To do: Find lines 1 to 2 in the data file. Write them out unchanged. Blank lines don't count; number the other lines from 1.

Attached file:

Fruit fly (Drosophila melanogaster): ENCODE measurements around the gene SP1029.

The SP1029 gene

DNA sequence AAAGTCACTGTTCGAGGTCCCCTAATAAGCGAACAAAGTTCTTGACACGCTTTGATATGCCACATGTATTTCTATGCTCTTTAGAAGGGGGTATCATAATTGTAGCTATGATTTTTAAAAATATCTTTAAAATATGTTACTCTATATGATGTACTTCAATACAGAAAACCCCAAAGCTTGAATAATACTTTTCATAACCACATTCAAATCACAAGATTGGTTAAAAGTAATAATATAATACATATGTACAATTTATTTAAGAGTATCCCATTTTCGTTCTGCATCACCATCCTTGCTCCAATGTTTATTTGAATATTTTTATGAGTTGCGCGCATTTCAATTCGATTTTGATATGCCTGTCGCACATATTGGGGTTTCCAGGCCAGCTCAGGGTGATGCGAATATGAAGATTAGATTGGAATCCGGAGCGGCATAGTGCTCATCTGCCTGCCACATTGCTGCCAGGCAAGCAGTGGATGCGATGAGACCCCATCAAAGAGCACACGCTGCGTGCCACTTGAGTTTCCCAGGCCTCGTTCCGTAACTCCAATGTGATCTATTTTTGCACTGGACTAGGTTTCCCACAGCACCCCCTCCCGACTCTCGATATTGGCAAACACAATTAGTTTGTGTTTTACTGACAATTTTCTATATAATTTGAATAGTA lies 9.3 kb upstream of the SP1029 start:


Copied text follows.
Fruit fly (Drosophila melanogaster): ENCODE measurements around the gene SP1029.

The SP1029 gene